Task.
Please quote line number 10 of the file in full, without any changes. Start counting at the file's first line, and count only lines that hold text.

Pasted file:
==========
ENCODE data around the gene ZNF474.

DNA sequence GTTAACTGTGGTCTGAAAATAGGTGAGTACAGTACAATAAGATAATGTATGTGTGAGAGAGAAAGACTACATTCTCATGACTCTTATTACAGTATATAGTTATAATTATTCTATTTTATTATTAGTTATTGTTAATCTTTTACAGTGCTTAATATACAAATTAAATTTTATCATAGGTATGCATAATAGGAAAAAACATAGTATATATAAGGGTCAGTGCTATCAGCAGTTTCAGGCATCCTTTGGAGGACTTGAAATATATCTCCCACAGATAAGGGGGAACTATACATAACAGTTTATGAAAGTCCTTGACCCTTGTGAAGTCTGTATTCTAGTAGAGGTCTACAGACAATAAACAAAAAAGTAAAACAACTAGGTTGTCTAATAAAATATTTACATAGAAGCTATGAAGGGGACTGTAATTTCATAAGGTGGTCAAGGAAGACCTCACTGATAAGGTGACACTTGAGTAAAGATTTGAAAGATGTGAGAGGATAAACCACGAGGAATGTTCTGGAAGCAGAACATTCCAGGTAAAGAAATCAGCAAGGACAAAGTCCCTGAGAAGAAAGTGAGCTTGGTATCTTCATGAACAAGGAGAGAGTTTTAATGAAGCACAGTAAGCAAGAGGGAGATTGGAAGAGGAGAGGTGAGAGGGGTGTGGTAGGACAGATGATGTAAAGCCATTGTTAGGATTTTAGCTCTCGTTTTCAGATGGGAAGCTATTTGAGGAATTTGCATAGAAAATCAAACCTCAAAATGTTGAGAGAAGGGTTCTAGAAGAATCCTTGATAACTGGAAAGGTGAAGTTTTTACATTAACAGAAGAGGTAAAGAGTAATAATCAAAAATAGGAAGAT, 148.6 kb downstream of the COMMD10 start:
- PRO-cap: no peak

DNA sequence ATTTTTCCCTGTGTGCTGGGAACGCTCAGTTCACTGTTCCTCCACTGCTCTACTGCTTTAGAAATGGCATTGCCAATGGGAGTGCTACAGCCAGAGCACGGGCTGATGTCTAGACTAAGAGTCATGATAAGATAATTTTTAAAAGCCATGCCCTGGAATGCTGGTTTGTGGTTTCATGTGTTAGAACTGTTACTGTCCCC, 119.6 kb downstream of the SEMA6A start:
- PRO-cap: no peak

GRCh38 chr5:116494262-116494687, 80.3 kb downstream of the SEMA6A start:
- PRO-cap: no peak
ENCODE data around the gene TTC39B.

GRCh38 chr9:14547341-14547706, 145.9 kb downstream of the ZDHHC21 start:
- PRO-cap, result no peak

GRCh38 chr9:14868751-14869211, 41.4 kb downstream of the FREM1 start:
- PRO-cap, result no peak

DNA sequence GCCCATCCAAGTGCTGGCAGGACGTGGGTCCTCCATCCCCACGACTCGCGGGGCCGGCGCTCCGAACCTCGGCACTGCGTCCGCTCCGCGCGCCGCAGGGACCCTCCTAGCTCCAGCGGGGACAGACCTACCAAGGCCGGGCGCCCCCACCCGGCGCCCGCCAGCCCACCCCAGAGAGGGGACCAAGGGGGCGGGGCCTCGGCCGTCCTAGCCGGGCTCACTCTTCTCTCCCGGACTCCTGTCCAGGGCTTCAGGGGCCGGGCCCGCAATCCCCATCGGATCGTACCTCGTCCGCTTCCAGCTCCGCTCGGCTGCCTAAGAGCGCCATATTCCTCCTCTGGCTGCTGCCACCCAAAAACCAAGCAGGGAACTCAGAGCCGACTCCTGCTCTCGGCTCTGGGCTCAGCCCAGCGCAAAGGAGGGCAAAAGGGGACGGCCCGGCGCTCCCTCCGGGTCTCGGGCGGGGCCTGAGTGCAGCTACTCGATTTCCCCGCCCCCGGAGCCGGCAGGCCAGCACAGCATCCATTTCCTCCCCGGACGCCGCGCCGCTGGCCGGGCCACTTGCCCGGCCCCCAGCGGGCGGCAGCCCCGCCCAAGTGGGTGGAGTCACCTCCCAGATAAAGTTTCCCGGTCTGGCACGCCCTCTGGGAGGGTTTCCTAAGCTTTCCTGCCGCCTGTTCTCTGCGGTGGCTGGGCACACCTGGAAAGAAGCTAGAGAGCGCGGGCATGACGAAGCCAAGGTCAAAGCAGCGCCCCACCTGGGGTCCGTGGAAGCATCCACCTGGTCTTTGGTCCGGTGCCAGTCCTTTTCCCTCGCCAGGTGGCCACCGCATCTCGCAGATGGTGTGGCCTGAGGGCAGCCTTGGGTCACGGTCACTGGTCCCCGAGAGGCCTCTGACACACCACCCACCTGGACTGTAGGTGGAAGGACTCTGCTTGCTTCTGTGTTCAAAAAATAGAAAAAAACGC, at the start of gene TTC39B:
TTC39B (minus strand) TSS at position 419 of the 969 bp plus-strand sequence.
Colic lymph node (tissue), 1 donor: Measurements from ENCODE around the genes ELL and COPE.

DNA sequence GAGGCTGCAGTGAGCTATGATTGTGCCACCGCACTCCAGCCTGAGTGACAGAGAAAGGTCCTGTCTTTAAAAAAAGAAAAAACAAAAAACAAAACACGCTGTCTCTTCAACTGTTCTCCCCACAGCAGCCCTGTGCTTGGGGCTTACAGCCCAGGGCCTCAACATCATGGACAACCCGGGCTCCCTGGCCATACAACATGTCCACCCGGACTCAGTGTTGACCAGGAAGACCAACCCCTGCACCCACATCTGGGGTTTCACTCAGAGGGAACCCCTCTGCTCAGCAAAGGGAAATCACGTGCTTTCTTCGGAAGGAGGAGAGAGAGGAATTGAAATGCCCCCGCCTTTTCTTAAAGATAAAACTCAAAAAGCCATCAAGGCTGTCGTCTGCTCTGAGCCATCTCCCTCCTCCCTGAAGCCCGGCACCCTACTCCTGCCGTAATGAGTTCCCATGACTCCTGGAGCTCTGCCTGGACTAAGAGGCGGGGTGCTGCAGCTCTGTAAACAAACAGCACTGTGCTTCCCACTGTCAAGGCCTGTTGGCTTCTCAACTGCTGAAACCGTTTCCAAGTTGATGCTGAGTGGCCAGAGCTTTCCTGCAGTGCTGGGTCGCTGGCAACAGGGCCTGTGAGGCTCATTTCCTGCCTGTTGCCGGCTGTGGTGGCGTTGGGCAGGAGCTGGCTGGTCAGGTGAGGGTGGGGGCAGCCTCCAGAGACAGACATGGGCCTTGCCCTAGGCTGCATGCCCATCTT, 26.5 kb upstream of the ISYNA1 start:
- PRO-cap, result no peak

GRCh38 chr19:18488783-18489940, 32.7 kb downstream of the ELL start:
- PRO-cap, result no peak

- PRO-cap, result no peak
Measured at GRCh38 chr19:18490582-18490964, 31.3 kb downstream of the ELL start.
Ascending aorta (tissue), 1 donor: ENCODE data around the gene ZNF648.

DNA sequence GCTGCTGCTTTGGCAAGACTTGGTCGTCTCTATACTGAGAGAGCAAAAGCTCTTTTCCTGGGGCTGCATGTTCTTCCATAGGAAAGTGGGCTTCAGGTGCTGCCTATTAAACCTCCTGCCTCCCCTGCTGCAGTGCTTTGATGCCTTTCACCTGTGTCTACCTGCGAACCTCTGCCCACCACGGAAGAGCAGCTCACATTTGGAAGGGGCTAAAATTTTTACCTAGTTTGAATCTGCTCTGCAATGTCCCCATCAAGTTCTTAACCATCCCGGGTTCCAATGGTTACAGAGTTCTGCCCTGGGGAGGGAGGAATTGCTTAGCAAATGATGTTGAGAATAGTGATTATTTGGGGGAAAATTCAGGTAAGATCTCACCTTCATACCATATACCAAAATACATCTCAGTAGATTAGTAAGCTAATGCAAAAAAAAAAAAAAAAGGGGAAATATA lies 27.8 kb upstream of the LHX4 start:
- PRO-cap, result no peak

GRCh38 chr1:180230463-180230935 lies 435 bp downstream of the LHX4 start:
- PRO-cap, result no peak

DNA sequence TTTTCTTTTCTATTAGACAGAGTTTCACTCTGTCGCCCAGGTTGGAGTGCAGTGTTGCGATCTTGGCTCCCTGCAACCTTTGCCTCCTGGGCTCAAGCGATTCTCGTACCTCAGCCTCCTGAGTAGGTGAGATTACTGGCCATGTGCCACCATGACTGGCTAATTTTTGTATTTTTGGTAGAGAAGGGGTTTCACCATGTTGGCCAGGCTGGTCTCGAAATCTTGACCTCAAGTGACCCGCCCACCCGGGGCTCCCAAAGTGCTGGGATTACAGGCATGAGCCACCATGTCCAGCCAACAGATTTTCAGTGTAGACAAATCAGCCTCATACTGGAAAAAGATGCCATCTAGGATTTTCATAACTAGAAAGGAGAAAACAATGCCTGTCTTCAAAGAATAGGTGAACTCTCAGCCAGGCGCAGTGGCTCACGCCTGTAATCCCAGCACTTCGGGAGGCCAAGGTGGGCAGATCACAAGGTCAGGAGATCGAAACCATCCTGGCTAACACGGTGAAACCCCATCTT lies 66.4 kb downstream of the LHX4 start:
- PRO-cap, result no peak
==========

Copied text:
- PRO-cap, result no peak